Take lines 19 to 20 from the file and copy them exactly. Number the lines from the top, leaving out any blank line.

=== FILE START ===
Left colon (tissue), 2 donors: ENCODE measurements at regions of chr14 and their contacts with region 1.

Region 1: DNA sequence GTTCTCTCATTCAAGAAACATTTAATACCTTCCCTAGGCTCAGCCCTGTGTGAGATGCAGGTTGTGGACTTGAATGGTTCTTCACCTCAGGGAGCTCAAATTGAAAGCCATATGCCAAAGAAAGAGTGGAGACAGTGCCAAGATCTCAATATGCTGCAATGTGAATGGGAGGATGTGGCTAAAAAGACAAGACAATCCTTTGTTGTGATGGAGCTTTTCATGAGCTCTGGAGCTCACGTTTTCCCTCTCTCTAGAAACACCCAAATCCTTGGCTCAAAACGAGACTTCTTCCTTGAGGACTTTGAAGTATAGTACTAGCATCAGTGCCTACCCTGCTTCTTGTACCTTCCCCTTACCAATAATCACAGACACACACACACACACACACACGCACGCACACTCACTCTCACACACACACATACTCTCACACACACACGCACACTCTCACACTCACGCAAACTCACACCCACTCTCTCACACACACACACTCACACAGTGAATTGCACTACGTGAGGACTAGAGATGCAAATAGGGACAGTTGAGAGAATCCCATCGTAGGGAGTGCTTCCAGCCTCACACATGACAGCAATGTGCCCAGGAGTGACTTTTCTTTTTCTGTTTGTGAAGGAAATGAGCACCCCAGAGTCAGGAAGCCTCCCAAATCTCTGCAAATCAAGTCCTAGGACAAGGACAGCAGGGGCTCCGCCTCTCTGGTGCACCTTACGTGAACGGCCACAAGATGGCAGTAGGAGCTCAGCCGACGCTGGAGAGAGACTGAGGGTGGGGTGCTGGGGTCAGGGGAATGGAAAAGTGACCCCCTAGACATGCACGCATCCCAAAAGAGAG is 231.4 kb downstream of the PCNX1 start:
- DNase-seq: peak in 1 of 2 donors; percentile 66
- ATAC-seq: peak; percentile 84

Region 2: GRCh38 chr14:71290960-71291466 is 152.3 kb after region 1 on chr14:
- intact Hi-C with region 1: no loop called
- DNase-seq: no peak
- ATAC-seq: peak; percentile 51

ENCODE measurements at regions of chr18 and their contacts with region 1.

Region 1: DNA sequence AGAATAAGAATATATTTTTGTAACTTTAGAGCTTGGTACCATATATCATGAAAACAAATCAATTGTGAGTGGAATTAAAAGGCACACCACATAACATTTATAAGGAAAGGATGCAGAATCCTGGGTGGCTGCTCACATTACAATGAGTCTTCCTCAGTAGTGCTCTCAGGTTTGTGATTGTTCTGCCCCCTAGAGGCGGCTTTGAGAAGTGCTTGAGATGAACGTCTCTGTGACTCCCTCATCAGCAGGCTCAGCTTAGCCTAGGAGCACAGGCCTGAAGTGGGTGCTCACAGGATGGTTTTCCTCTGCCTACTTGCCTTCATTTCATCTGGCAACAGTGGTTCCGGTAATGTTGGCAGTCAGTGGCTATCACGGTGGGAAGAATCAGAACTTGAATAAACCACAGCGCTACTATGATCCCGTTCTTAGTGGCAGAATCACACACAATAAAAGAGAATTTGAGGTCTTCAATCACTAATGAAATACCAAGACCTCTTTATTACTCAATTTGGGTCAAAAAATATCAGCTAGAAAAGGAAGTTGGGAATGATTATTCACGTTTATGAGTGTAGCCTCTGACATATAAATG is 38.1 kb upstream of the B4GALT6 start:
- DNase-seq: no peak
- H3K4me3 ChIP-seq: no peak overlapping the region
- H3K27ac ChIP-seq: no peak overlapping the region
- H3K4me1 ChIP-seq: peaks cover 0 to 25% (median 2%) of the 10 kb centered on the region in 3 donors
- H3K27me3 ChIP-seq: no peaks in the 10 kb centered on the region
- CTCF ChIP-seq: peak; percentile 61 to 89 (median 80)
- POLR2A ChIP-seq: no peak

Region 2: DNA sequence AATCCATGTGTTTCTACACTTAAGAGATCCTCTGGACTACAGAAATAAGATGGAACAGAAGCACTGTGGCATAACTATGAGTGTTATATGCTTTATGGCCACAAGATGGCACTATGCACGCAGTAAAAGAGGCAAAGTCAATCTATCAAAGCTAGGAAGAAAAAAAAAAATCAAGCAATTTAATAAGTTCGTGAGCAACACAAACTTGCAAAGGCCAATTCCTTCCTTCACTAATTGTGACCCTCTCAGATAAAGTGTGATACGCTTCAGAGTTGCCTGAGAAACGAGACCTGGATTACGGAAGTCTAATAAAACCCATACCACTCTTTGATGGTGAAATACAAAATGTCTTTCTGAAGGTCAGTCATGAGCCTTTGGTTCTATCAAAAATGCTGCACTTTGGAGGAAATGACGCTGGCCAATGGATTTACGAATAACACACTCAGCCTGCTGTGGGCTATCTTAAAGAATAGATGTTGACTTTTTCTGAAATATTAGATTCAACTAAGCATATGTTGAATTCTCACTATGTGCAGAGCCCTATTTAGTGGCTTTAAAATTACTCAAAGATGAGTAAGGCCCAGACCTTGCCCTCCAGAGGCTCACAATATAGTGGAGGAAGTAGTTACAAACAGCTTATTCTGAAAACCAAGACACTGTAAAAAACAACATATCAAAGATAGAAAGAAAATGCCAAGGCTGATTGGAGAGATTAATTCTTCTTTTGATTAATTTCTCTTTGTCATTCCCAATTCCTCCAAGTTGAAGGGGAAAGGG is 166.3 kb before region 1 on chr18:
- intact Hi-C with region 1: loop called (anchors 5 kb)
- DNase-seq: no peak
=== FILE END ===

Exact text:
- intact Hi-C with region 1: loop called (anchors 5 kb)
- DNase-seq: no peak